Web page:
I and others have documented some other subtleties and resources for microformats with respect to WordPresss and themes on the IndieWeb wiki which should be of help for those of a variety of development levels. Obviously we still have a way to go towards making all this more intuitive, obvious, and user friendly, but we’re getting there day by day. Any extra help and feedback is always helpful.

The tools have evolved really nicely in recent years. I’d love to see this stuff be better integrated into the tools that people use daily, in the not too distant future.

Generally the mf2 plugin has been abandoned as an approach and it isn’t recommended anymore, though it does fairly well with some themes. You’ll notice that on your site the author block and the top of the comments block have some visible p-tags on them because your theme obviously does some escaping for standard functionality. Disabling the plugin will clear that issue up.
Post Kinds may eventually be upgraded for Gutenberg, but the primary developer needs some help with the JavaScript portions as those aren’t his strong suit. If you know of anyone who can help on this front, I’m sure he’d love the extra hand(s). I suspect once one or two of the standard Post Kinds blocks have been built, doing all the rest will be relatively straightforward.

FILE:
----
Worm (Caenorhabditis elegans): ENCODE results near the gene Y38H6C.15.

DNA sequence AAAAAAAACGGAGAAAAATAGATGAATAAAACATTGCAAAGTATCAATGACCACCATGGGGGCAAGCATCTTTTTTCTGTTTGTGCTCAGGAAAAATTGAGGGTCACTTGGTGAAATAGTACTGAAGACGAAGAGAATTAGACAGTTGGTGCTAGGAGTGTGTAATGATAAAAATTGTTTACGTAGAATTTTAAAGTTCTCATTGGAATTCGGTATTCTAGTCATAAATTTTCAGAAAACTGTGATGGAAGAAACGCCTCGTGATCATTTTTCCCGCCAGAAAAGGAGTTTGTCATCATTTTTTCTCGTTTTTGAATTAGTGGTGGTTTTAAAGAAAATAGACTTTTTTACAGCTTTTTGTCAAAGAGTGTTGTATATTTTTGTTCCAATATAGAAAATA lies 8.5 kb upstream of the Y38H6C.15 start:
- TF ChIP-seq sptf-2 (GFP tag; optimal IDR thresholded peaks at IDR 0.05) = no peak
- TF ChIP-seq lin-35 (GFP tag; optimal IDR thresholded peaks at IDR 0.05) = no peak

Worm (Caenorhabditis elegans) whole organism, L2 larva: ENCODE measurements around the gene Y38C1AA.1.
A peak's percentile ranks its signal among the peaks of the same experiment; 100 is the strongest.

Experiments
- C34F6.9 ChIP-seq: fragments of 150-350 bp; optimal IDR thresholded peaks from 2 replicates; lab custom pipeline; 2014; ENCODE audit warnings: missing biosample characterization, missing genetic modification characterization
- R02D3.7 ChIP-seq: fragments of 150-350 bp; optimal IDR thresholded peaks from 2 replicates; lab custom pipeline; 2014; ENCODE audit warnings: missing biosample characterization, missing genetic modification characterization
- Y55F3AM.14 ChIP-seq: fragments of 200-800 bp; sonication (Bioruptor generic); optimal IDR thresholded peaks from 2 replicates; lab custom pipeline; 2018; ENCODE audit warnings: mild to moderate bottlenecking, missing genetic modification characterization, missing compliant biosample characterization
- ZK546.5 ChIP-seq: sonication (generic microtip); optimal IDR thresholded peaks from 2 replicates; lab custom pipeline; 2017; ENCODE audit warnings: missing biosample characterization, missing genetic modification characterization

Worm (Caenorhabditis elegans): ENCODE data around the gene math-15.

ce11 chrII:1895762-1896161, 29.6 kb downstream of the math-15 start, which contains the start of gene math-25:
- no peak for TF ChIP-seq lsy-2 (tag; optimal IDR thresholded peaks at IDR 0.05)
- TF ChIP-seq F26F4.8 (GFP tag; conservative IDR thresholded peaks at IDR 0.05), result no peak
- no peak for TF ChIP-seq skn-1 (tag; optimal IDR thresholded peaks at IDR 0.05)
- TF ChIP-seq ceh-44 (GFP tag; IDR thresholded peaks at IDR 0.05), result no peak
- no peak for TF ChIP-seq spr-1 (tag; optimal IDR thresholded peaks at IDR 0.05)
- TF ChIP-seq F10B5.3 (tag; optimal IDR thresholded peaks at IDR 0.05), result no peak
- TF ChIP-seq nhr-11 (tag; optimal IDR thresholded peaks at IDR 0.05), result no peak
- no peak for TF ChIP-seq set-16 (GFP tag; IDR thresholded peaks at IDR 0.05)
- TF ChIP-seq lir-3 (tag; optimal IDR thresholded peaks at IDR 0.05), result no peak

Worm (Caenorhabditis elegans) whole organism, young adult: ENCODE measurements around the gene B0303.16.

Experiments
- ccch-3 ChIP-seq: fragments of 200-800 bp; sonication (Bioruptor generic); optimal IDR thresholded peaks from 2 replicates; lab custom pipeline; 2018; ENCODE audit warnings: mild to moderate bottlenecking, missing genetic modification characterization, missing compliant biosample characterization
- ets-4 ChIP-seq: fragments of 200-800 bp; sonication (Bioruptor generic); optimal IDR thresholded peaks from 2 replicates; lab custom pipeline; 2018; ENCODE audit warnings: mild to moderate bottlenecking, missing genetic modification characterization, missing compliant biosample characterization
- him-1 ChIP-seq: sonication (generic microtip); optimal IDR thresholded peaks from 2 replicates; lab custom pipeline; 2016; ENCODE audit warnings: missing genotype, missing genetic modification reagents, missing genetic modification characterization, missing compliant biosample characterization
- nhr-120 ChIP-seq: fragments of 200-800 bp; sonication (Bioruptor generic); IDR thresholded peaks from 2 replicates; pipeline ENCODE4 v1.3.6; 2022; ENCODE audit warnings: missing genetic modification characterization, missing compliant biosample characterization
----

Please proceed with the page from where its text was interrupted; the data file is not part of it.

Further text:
For Micropub, if you’ve got the time and curiosity, I gave a short talk on Micropub and WordPress at WordCamp Santa Clarita Valley earlier this year.
You’re right about the microformats effort. If I had one wish for 2020, it would be for WordPress to add mf2 to core. It’s one of the simplest underlying building blocks and it would make all the other pieces like Webmention, Micropub, and even Microsub so much more concrete and stable for the entire WordPress universe. I’ll have to take a look at the relevant issues in trak, but because it’s just a few additional classes that almost no one is currently using, it shouldn’t have any tremendous backcompat issues–particularly as it’s highly recommended that one not use microformats for CSS and display purposes.

Hey Chris